Monday, November 7, 2016

Benne Wafer, Anyone?

Slaves introduced new foods to the American colonies when they arrived from Africa that were to become staples of the Southern cuisine. Okra, collard greens, peanuts, sweet potatoes, black-eyed peas, and sesame seeds arrived on the slave ships in the 17th and 18th century and were first grown here in the slaves' gardens.

Four hundred years later they are still popular foods in the South especially and everyone has their favorite recipes.

I think the very best way to eat sesame seeds are in cookies called benne (" Benny") wafers. You can buy your benne wafers in shops around Charleston for Christmas giving but the best benne wafers are homemade. A few simple ingredients and a quick stir add up to cookies that you can't believe.

Benne is the Bantu word for sesame seeds, grown here in the Lowcountry from the 17th to 20th century.


It is an annual plant that grows to 4-6 feet tall and produces white flowers that become seeds rich in calcium, vitamins B and E, iron, zinc, and protein.

The seeds provided much needed nutrients for the hard working slaves.

To make the cookies, raw seeds are first toasted to a golden brown.


Benne Wafer

Yield: 2-4 dozen cookies

  • 1 cup sesame seeds, toasted
  • 1 cup firmly packed dark brown sugar
  • 4 tbsp. butter, softened (if you use unsalted butter, add 1/2 tsp salt)
  • 1 egg, lightly beaten
  • 1/2 cup all purpose flour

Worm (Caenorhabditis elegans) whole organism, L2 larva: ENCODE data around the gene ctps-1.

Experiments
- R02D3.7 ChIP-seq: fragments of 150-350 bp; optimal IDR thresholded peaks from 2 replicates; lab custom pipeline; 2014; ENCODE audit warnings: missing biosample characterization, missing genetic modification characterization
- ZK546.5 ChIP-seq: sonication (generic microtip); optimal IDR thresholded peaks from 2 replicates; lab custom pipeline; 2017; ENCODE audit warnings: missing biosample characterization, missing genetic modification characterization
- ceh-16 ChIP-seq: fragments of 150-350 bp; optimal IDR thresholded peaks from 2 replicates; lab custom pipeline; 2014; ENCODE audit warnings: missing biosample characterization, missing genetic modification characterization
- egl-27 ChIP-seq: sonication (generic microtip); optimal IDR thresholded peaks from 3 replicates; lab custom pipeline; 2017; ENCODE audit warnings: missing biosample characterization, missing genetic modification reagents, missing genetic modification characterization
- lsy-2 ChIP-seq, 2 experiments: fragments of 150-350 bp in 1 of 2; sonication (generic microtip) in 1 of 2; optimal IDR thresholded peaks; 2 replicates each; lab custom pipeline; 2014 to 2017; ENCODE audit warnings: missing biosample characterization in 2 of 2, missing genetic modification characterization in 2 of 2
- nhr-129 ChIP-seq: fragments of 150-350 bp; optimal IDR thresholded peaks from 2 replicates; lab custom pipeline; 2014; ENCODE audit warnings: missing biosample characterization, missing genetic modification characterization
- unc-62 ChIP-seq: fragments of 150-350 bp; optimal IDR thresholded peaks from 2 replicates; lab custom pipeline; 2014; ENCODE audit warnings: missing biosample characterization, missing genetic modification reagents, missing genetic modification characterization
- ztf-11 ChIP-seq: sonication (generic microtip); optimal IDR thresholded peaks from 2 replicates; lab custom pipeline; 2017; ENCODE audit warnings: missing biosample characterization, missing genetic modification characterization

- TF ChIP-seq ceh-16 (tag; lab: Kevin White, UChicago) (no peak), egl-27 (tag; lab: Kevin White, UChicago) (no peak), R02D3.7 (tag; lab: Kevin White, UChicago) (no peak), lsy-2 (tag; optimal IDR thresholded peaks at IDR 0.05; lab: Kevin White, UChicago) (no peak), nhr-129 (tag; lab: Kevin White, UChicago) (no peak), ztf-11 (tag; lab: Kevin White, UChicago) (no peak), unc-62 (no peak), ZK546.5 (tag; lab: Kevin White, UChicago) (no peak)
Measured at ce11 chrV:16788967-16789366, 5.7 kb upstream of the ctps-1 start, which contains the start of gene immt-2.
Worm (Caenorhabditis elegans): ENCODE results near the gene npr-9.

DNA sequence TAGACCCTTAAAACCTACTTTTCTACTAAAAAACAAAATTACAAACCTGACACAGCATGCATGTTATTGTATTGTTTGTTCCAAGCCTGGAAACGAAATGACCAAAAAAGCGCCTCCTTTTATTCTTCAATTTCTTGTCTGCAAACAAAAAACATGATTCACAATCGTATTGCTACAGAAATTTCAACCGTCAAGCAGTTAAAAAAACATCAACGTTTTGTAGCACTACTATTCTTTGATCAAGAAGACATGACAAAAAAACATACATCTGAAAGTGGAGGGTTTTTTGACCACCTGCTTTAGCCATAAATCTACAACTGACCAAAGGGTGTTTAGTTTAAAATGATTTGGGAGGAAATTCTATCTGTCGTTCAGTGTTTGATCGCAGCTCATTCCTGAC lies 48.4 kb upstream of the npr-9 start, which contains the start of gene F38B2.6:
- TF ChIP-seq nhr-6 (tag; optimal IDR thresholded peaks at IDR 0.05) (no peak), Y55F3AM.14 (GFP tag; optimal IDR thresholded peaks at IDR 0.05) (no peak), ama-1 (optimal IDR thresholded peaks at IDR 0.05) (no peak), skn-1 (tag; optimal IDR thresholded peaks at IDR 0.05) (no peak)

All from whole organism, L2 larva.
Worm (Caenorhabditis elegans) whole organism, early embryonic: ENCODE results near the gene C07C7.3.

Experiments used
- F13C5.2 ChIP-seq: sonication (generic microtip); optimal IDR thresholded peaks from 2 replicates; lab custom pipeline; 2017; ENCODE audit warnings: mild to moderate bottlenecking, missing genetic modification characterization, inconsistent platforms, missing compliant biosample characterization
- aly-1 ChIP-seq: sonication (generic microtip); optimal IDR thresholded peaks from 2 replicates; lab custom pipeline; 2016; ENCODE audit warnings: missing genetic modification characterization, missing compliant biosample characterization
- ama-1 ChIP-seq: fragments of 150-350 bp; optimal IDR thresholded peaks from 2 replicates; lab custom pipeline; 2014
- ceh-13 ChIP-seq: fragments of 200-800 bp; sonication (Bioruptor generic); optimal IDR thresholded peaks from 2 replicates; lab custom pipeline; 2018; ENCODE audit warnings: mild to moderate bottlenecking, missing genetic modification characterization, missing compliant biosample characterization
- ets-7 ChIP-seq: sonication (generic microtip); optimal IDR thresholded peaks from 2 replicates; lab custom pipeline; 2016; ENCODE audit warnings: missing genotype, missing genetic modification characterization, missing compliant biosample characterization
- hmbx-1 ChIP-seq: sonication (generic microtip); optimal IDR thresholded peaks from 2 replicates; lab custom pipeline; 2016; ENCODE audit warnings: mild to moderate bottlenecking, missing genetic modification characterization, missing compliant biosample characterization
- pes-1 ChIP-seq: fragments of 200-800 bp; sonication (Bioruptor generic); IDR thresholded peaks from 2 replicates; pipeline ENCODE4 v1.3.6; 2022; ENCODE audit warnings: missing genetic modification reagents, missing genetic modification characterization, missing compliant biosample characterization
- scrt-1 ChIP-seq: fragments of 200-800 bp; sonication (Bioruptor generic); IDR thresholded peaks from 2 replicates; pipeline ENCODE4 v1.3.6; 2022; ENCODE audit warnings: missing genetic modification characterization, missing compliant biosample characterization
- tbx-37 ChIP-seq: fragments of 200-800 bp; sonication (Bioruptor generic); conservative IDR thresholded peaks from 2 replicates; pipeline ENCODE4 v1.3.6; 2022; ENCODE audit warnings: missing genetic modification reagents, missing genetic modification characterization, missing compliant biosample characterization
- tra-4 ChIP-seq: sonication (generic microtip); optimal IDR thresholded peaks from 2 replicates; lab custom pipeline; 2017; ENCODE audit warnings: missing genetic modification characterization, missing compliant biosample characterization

• 1/8 tsp. baking powder
  • 1 tsp. lemon juice
  • 1/2 tsp. vanilla extract

Toast the seeds in a frying pan on the stove or cookie sheet in the oven. Stir and cook until golden brown.

Beat brown sugar and butter until fluffy. Add egg, flour, baking powder (and salt if needed) and beat. Stir in lemon juice and vanilla.

Cover cookie sheets with parchment paper and drop small balls of dough. Cookies spread a lot so leave plenty of room between.

Bake 15 minutes at 325 degrees. Cookies are done when edges just begin to brown.

Allow to cool for a minute or so on the parchment, then remove to racks.

(Basic recipe is adapted from

If you are thinking ahead to Christmas, benne wafers make nice gifts and an unusual addition to Christmas cookie plates.
One Charleston shop calls them "History You Can Taste".

Bet you can't eat just one!



  1. yummy recipe.. I'll do it.. thanks for sharing the recipe...

  2. Never heard of them but would love to have a taste of those freshly baked ones.

  3. I was practically raised on the first five foods you mentioned, but have never heard of Benne wafers. I do know what sesame seeds are. You have made me want to try the cookies.

  4. We enjoyed the ones you sent us! It is an interesting cookie with history:)

  5. They look delicious.
    Interesting how certain foods remain - potatoes here.

  6. Oh, fun! I just stocked up on sesame seeds, too! I was going to use them for tahini for hummus, but I think I may have to practice these cookies instead. Thanks for sharing the recipe.

  7. I love sesame seeds. I'll have to see if somebody in the house would make them!

  8. I will be giving them a try, not something I have had before.

  9. Saved to my Pinterest page for later. Looking forward to trying these.